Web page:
"Talk Like a Woman": Applying Sentiment Analysis to Convention Speeches




Nattinger, Echo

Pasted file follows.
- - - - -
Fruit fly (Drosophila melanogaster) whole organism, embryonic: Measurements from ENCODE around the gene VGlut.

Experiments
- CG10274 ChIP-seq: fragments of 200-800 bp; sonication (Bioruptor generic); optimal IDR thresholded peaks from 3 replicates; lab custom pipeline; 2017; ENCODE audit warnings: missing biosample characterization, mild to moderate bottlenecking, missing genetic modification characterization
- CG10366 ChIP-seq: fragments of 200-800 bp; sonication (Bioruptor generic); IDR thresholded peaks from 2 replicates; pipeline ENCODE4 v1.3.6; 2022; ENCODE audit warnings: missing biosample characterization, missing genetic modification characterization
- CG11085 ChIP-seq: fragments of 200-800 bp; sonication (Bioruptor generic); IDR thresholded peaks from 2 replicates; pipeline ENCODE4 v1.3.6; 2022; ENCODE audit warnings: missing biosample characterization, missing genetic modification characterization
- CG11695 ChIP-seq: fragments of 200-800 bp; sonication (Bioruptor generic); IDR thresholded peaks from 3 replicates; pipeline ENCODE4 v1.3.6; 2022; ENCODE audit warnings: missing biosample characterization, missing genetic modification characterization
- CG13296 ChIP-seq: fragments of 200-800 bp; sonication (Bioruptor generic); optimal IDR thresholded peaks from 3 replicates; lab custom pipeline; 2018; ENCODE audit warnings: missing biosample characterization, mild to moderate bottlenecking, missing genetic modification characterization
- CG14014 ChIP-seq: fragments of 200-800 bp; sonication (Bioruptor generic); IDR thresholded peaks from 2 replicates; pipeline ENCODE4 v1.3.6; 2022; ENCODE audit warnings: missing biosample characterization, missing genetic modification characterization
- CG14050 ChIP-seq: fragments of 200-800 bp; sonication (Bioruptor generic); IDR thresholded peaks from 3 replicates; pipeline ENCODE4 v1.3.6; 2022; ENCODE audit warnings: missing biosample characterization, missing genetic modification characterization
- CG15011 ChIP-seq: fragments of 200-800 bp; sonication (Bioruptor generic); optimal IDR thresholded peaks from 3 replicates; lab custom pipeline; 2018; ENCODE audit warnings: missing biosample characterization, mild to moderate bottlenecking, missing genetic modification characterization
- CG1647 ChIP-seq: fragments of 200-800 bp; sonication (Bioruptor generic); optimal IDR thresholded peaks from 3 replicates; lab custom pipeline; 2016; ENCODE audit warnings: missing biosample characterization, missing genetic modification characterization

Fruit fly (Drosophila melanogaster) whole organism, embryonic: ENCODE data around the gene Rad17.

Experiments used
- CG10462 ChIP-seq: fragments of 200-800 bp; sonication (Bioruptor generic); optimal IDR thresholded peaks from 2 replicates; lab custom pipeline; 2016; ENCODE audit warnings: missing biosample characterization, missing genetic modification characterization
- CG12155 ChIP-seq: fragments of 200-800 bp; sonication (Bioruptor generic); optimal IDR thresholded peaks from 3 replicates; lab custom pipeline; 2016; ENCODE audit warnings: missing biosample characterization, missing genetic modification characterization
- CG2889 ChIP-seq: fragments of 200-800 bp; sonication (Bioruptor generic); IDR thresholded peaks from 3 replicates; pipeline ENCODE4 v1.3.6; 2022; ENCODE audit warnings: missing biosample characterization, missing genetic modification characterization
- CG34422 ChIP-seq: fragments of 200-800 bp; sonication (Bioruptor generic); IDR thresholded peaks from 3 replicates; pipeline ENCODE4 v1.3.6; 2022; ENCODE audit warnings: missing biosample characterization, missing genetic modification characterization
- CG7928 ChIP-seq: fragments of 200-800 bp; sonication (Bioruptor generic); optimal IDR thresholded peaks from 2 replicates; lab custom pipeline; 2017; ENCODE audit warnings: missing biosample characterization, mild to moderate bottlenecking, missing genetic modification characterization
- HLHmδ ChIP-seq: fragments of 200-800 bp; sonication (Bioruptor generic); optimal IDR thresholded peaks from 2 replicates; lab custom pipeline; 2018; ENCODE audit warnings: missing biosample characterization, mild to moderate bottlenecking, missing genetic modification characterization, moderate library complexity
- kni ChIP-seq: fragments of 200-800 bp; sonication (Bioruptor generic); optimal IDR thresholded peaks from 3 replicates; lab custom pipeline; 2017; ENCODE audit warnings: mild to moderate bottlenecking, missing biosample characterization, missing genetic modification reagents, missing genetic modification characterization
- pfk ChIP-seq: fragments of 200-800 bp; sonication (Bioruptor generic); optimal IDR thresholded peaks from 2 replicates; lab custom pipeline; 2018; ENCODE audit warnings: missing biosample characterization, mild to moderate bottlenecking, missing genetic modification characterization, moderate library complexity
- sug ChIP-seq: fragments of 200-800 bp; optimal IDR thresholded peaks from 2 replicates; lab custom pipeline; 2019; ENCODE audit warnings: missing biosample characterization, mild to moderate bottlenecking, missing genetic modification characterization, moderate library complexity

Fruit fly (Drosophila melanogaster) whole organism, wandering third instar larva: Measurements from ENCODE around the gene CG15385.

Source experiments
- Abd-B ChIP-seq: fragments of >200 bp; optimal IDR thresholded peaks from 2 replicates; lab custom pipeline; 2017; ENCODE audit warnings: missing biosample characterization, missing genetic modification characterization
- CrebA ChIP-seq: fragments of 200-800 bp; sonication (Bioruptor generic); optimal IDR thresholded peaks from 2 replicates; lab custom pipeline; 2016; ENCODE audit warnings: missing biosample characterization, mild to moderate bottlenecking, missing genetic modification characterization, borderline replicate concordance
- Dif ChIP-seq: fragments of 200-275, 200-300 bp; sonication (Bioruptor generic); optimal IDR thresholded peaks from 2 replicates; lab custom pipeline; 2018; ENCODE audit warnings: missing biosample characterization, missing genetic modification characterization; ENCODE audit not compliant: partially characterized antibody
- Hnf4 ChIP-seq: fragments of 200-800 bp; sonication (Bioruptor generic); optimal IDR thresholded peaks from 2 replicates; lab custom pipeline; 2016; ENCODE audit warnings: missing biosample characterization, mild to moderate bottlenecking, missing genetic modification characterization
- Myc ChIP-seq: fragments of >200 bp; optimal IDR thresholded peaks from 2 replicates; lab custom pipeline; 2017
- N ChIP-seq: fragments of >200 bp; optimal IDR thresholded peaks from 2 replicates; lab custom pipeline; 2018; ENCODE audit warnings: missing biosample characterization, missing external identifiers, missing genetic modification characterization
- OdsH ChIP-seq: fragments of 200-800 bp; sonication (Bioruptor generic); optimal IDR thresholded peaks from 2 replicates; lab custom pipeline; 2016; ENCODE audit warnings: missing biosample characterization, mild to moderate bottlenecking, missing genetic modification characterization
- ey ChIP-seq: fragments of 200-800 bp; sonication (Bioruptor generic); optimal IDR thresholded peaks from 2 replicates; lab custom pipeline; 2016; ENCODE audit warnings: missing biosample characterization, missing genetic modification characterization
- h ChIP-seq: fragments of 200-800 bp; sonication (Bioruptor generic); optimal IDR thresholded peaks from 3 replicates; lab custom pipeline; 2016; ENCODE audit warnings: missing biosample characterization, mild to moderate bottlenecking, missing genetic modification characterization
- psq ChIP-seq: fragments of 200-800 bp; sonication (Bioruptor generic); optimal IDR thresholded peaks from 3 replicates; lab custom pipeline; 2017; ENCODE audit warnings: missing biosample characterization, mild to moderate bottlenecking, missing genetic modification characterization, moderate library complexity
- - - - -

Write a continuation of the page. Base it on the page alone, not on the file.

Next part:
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Since the first woman was elected to the United States Congress in 1917, scholars have inquired about the behavior of women in politics, focusing on legislative priorities and political relationships. Some theorized that men and women have different political "voices", but the question remained unanswered for decades due to the difficulty in quantifying speech. However, the recent emergence of sentiment analysis technology finally allows for the computational study of speech. Sentimentanalysis tools gather text data and match words with their corresponding tones, granting us a new ability to discern emotion from large amounts of speech data. In this project, I apply sentiment analysis to 92 United States party convention speeches from 1992-2020. I find that, while women's speeches are marginally more positive and joyful than men's speeches, the differences end there. Men and women were equally likely to invoke anger, anticipation, disgust, fear, sadness, surprise, and trust in their speeches. My findings indicate that men and women are equally emotional speakers, and prompt a larger discussion about the perceptions of women's speech in political settings.


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